At the end of that gauntlet is resentful Russia sucking its nuclear-tipped thumb. The Russians believe they were ill-treated by the United States after the USSR went to its ash heap. If I were Russian, I’d probably share the same hurt feelings. However, Russia can not be subject to Communism for seven decades and expect life to be rainbows and unicorns. A key question at the heart of statecraft: if you can’t kick a man when he’s down, when else exactly are you supposed to kick him? The United States emerged from its great contest with the USSR in a stronger position than the refugees fleeing that infernal contraption. Russia suffered through a decade of postwar gloom without the sort of postwar emotional reinforcement I thought only Germans required to work through chronic revisionist issues: American troops marching through the Brandenburg gate or Red Square. The United States was going to do thing to Russia that it couldn’t do to the USSR. It could afford to indulge in useless luxuries like online, on demand chewing gum pack delivery or pushing your “attack on one is an attack on all” club to the line of the Nieman.

Poor Russia, whining in the cold, wanted dotcom era baubles too. If it couldn’t get that, at least it wanted the shadow of American intervention removed from its near reaches. We succumbed to the full Mackinder, absentmindedly reaching our tentacles into Central Asia, Eastern Europe, and other remote parts. 

I have no objection in principle to reaching our tentacles into remote parts. I do object to doing so fitfully and under resourced. If you are going to go Heartland on Eurasia, go Tamerlane or go home. If we are not going to go Tamerlane, a highly likely course since Joe S. American is likely to ask “What’s a Ukraine and what can I do with it?”, than we should stay home. Home is even more comfortable when you realize its walls provide some protection and distance from angry nuclear tipped teddy bears.

The United States, if it is to be overseas, should keep to its knitting by keeping to its Eurasian littorals. Heartland thugs and Heartland minions are not a luxury we need to acquire. Especially if your mischief is slouching over the line separating self-indulgence from self-destruction. Then we’re buying low quality assets at a price that can easily go nuclear. Or, to quote a particularly feckless past incarnation of our nation’s current top diplomat:

“How do you ask a man to be the last man to die for a mistake?”

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Lincoln on Coventry

Wednesday, August 21st, 2013

[by Lynn C. Rees]

British code breakers discover a massive Luftwaffe air raid will fall on the city of Coventry on November 14-15, 1940. When told, Churchill chooses to leave the city exposed. He fears that special measures to protect Coventry will let Hitler intuit that Churchill is reading his mail. Reading encrypted Hun was more critical to winning the war than a standing Coventry. So 568 people die. 1,256 suffered injury, and the center of Coventry ceases to be but Britain’s decryption efforts stay secret until the 1970s.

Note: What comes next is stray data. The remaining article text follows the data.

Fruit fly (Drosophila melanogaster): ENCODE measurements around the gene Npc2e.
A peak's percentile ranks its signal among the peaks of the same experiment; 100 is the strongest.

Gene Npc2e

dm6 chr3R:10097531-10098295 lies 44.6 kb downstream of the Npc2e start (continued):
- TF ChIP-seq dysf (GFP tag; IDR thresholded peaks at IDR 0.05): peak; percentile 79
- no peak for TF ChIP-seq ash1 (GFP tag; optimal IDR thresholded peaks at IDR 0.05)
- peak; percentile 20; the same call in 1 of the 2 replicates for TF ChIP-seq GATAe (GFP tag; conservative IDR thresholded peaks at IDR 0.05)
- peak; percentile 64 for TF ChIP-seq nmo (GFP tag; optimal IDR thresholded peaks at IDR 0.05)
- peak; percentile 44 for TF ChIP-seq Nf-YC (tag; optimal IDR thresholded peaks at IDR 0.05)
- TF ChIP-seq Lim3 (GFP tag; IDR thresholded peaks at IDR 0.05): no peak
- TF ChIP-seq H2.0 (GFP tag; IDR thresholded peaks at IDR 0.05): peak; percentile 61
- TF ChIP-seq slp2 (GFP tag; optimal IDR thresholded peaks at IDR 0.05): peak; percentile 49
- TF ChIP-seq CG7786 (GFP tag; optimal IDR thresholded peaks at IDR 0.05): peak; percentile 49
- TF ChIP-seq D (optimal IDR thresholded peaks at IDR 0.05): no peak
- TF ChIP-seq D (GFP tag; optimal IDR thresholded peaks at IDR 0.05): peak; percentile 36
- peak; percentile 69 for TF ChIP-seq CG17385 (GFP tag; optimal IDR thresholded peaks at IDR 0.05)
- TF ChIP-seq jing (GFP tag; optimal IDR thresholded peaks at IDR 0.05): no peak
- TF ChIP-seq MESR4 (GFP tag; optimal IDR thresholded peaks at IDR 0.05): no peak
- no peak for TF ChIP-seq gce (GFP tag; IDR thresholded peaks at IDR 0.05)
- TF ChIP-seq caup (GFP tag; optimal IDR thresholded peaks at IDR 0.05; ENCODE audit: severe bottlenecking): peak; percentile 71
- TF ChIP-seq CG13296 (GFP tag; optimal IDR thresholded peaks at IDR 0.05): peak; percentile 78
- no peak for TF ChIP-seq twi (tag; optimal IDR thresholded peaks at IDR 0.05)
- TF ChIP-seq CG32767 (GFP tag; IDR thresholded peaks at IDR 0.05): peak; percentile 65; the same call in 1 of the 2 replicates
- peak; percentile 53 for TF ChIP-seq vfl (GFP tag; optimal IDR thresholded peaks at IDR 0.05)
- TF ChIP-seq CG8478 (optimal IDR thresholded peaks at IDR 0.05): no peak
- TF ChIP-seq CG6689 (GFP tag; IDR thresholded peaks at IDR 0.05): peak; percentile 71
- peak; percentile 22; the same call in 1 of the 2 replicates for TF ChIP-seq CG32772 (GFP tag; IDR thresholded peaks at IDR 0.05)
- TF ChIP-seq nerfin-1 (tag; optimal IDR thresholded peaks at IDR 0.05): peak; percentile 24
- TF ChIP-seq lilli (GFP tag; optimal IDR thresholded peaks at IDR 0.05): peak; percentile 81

Or so the story would have it. Like most fables, Coventry burning is more truthful than factual. The implied moral of this fable stings some: Churchill’s family has gone to great lengths to disprove that “Churchill let Coventry burn“. Mourning that “the Coventry lie hardily endures, probably forever, periodically resurrected and solemnly proclaimed by those who have convinced themselves of Churchill’s perfidy.” seems misplaced though. Given the stakes:

Upon this battle depends the survival of Christian civilization. Upon it depends our own British life, and the long continuity of our institutions and our Empire. The whole fury and might of the enemy must very soon be turned on us. Hitler knows that he will have to break us in this Island or lose the war. If we can stand up to him, all Europe may be free and the life of the world may move forward into broad, sunlit uplands. But if we fail, then the whole world, including the United States, including all that we have known and cared for, will sink into the abyss of a new Dark Age made more sinister, and perhaps more protracted, by the lights of perverted science.

Condemning 1 Coventry, 10 Coventries, 100 Coventries, 1,000 Coventries, even 1,000,000 Coventries to be burned seems worth the Mass. Churchill’s continued hold on human memory rests in part on his reputation for making hard choices. When you kill 1,297, wound 350, sink 1 battleship, and maul 6 other naval ships of a recent ally to impress your banker, fictionally burning Coventry doesn’t rise to the level of a sin that requires special expiation.